With three amazing days off from your mundane routine, Memorial Day is a primer to starting summer with some stress off your shoulders. This automatically translates into some partying, going to fun events, enjoying live music, and plenty of other outdoor activities. Considering this, mentioned below are some interesting ways you can celebrate this year’s Memorial Day weekend in Long Island.
Consider Going to Montauk
It really doesn’t matter if you are a New Yorker or not, celebrating Memorial Day in Long Island like you haven’t before should be on your to-do list for the weekend. Sure, Montauk may be a bit costly and you will find it a bit crowdy there, still there are plenty of iconic things you can do at the beautiful destination. Moreover, Montauk has a soothing, relaxing and serene vibe that you will not find in posh neighborhoods such as the Hamptons.
Irrespective of whether you want to stay up and out during the entire night, or if you are with kids or friends, or just want to relax at the beach, catching some waves, Montauk offers a slew of places you can go to. Regardless of the place you stay in the village, it is vital you take plenty of time out to visit its beaches.
Beaches in Long Island are just amazing; with sand as far as the eye can see and waves, it is a perfect destination for people who are big on privacy. If you are looking for some fun and frolic or want to mingle, Navy Beach has a great bar serving awesome cocktails.
Bethpage Village Decoration Day
This is a great and fun event you shouldn’t miss for the world on Memorial Day. On the Memorial Day weekend, you will find the village completely transformed, and you will experience a unique celebration. Did you know that back in the day, Memorial Day was known as Decoration Day? Yup, you can travel back in history and take photographs of how houses used to look back in the 18th and 19th century.
North Hempstead Beach Park Fireworks and Celebrations
If you want to see some extraordinary fireworks and listen to some great music, head to Port Washington on Memorial Day. Bring your own food and some picnic blankets for a truly refreshing experience. Just sit back and chill with your friends and family, enjoy good food and listen to the music before enjoying the amazing fireworks.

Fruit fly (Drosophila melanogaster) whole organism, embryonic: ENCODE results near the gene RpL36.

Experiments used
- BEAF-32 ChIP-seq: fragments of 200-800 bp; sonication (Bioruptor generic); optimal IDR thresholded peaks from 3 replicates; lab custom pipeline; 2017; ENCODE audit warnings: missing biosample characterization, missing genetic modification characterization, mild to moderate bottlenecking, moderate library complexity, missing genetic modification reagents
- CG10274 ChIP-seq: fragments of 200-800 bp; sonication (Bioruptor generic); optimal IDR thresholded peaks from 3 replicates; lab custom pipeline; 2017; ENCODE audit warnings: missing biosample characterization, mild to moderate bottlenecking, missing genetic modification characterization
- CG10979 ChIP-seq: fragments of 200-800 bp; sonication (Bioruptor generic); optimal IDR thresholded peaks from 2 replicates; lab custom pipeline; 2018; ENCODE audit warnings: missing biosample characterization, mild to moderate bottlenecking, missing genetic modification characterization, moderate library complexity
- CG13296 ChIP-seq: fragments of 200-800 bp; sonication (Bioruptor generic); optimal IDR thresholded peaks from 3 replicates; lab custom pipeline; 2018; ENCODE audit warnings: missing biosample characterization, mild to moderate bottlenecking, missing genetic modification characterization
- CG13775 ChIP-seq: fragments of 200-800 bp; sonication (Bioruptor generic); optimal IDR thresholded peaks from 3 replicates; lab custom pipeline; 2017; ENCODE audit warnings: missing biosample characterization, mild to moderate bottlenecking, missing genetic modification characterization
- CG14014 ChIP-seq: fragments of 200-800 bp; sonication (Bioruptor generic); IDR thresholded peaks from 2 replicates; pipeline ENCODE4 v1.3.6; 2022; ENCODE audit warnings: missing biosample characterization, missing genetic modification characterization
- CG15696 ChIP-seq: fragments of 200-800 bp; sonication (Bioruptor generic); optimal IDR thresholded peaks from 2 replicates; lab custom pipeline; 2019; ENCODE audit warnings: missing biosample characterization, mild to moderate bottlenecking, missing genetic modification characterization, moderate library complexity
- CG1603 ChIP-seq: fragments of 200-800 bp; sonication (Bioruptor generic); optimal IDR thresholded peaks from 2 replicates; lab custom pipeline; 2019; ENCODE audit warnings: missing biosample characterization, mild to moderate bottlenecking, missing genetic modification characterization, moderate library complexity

Raynham Hall Museum Memorial Day Parade
Travel back in time and into the world as it was in the 19th century, by visiting Raynham Hall Museum at this year’s Memorial Day weekend. The Raynham Hall Museum is a colonial mansion with beautiful, large rooms and big gardens reminiscent of the Victorian era. Moreover, you can also tag along for the Memorial Day parade at Oyster Bay.
American Airpower Museum For the Legends of Airpower Show
If you are a hardcore aviation fan, this is a once a year event that you would not want to miss. The show displays a slew of exciting and legendary fight planes. Moreover, you will also be given a tour of the B-17 Yankee Lady. You will also have the opportunity to see the Canadian Forces Snowbirds as well as the U.S Navy Blue Angels before they fly off for a cool air show at Jones Beach.
Which of these sounds most exciting? Feel free to learn more about these events and plan an unforgettable Memorial Day on Long
Do you want to have a feel of the daily life of a president? Have you been trying to figure out what the home of a president looks like?
Then Sagamore Hill National Historic site is definitely, the place to be. Located in Cove Neck, New York, near Oyster Bay in Nassau County, Sagamore Hill was the home of US President, Theodore Roosevelt.
Sitting on an 83.02 acres (33.60 ha) land, the 22-room house built in 1886, comes with several fascinating facilities.
The exquisite nature of the summer home was a center of attraction internationally even during the life of the president.
Ultimately becoming known as the “Summer White House” Sagamore Hill, hosted several dignitaries across the world from 1902 to 1908, during Roosevelt’s tenure as president.